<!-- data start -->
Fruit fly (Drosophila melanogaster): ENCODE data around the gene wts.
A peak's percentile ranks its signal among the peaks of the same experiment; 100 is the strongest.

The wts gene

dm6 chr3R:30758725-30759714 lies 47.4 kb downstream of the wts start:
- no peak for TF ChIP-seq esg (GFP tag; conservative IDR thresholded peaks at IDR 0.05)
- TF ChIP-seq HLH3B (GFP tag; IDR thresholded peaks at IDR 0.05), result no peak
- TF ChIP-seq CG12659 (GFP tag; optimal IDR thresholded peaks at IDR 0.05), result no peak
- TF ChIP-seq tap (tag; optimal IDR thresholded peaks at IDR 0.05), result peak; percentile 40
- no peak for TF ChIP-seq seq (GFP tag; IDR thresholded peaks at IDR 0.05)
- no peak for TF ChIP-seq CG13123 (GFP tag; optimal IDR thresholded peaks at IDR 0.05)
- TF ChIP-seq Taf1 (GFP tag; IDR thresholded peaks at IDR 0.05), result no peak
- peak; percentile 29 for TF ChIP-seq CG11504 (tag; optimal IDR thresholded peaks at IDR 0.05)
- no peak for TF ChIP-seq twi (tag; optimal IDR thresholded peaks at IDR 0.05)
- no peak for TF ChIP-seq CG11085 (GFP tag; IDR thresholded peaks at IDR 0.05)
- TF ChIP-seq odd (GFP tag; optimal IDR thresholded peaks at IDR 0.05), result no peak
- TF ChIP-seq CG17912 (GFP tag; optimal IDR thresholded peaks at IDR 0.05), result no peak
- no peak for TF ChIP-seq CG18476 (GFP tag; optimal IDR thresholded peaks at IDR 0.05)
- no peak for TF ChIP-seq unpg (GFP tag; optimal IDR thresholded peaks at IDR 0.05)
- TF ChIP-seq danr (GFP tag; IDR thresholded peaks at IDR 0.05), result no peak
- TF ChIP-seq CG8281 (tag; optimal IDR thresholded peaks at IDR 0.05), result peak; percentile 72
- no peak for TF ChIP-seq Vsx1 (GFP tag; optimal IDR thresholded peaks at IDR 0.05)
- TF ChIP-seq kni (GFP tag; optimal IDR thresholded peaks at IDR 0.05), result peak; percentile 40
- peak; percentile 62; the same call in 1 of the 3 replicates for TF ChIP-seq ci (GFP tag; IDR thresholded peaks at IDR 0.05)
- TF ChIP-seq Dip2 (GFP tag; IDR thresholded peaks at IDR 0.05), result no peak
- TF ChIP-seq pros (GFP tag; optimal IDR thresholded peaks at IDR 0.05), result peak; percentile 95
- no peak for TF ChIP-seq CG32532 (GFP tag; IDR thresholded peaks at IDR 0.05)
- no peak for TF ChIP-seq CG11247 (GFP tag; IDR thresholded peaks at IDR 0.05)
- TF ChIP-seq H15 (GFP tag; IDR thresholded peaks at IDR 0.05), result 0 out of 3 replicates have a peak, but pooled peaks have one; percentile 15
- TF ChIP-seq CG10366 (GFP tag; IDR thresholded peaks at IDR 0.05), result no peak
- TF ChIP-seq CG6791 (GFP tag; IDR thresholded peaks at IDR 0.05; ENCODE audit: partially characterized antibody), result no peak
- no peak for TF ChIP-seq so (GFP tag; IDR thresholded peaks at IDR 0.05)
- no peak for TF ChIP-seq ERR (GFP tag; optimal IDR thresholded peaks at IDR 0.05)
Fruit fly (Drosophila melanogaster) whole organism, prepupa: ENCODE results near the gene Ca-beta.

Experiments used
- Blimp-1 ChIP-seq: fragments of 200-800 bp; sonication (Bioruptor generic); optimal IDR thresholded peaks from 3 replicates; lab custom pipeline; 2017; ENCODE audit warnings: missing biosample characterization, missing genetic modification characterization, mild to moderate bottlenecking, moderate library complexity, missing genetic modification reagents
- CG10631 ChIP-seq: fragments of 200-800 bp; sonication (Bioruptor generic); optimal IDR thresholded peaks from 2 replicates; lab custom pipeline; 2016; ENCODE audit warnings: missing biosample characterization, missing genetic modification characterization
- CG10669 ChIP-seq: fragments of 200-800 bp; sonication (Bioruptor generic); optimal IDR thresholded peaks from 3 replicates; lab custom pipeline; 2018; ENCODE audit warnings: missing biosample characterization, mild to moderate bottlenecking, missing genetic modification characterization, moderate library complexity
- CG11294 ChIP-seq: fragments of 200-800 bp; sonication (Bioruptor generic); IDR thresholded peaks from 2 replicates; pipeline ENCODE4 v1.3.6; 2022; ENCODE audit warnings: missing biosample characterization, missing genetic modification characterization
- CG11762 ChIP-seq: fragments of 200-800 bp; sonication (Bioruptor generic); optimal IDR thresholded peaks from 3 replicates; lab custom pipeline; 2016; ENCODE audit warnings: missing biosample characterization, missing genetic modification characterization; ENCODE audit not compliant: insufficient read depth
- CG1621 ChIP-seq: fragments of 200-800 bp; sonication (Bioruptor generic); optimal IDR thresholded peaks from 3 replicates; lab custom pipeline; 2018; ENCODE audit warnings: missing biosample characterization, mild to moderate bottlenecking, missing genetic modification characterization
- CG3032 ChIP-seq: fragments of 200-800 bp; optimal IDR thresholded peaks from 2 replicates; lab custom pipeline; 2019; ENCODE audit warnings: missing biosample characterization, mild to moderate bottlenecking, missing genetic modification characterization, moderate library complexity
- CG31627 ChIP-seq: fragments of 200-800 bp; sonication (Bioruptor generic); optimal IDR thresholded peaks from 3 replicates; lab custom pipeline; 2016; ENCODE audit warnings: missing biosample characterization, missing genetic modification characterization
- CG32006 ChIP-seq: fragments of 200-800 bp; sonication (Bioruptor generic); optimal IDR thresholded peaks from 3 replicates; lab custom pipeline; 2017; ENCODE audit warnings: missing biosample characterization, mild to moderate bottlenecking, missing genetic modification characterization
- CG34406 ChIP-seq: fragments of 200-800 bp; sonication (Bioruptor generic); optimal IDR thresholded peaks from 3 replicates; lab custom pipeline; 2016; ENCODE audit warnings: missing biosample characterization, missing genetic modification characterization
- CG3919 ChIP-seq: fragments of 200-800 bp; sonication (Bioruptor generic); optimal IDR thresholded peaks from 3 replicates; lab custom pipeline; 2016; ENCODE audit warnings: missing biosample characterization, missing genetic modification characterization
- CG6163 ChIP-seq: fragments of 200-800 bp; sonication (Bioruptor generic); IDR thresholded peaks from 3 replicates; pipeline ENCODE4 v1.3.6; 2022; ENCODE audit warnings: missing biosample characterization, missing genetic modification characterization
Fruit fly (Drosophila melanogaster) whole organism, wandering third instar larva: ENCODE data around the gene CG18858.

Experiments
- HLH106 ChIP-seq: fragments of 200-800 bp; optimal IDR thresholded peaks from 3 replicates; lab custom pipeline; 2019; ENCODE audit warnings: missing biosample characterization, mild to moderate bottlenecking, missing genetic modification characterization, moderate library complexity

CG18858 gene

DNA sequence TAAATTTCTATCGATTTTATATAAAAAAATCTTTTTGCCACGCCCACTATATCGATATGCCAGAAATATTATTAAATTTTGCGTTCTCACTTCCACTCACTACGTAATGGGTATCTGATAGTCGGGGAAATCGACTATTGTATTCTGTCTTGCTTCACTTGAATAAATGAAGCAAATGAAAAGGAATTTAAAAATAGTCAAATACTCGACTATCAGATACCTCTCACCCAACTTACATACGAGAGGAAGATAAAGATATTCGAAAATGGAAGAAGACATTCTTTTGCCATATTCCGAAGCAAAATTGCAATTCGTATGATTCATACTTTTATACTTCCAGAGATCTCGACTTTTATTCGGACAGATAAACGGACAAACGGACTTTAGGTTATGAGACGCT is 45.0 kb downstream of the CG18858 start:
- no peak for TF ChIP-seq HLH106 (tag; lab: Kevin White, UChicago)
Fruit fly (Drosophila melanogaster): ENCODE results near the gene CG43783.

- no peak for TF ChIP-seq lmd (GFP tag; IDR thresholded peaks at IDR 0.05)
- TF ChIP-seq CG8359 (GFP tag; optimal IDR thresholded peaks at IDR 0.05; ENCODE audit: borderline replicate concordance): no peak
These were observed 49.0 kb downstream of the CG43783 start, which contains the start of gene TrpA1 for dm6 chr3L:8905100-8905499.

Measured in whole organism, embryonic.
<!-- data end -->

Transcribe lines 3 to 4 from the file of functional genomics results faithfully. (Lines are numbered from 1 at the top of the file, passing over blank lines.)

The wts gene

dm6 chr3R:30758725-30759714 lies 47.4 kb downstream of the wts start: